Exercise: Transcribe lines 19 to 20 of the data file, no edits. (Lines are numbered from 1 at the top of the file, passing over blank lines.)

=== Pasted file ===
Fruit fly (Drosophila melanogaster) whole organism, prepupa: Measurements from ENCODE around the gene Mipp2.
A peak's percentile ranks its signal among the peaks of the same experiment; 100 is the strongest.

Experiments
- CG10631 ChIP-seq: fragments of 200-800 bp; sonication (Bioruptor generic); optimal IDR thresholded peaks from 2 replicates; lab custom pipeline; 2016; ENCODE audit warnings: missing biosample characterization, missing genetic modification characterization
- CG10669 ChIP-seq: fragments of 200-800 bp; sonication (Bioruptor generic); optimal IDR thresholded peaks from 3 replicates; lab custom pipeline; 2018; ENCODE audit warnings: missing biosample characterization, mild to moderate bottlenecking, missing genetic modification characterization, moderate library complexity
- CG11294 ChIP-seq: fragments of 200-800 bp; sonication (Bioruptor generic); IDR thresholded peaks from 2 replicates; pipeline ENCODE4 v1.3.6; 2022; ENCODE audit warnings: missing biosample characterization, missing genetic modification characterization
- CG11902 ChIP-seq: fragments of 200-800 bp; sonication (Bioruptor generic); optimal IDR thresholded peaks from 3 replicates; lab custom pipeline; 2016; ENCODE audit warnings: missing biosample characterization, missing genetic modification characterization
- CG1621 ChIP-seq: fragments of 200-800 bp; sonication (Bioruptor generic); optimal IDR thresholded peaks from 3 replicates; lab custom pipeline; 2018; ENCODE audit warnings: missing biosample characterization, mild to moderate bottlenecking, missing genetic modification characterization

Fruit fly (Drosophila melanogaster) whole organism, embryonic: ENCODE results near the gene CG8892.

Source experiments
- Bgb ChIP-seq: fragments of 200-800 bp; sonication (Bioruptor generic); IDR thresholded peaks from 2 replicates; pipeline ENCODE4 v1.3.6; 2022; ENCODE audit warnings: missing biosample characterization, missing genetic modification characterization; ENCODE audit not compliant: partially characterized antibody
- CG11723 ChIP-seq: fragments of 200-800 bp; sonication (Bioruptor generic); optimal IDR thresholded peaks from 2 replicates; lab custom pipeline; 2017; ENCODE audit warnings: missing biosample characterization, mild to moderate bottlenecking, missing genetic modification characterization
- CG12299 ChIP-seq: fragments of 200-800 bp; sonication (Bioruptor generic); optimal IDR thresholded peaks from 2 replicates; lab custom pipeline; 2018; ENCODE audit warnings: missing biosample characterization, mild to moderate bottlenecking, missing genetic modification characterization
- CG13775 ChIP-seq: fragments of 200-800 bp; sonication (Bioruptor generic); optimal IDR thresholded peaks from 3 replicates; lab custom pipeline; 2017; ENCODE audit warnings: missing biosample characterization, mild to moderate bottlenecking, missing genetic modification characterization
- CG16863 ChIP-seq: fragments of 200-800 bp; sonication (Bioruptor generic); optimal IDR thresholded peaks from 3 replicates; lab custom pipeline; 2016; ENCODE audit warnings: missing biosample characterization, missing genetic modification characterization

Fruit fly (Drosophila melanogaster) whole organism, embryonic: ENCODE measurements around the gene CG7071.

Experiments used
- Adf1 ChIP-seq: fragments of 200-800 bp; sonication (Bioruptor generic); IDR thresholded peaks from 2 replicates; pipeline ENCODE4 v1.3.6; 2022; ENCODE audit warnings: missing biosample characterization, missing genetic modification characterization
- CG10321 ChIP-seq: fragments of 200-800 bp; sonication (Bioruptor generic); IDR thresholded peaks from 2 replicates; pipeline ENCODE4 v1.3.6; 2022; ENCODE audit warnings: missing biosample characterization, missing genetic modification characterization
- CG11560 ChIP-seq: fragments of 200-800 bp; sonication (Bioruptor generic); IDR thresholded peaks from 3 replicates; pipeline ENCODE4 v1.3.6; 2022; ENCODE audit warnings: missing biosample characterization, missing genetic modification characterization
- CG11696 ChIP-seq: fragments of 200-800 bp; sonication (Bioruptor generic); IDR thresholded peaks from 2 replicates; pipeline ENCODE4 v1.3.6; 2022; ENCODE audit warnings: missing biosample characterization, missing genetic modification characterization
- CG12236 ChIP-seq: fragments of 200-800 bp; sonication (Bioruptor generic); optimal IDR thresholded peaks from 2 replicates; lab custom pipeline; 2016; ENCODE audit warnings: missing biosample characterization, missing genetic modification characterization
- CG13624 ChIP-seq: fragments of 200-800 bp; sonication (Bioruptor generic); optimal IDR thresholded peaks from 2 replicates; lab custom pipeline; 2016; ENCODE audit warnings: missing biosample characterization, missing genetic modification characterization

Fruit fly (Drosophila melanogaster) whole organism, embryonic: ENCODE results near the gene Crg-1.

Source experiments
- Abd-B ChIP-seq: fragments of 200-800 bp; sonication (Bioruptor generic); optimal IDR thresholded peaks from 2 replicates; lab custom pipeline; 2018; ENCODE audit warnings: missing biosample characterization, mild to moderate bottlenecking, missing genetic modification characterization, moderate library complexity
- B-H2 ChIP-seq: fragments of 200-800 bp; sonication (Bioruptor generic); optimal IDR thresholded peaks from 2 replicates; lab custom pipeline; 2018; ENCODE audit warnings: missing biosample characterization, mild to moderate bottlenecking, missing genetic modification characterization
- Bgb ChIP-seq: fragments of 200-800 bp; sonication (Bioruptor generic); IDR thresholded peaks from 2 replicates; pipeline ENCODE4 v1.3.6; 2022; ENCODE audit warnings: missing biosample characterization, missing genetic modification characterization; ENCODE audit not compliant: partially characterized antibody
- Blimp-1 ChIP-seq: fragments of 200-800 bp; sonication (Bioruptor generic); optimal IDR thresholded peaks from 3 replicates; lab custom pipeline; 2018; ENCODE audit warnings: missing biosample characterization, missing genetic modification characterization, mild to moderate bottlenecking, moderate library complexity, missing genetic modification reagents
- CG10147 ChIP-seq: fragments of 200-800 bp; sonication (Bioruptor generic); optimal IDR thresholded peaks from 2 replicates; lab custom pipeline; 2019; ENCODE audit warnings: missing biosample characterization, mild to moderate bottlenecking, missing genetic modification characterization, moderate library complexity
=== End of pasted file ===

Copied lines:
- CG10321 ChIP-seq: fragments of 200-800 bp; sonication (Bioruptor generic); IDR thresholded peaks from 2 replicates; pipeline ENCODE4 v1.3.6; 2022; ENCODE audit warnings: missing biosample characterization, missing genetic modification characterization
- CG11560 ChIP-seq: fragments of 200-800 bp; sonication (Bioruptor generic); IDR thresholded peaks from 3 replicates; pipeline ENCODE4 v1.3.6; 2022; ENCODE audit warnings: missing biosample characterization, missing genetic modification characterization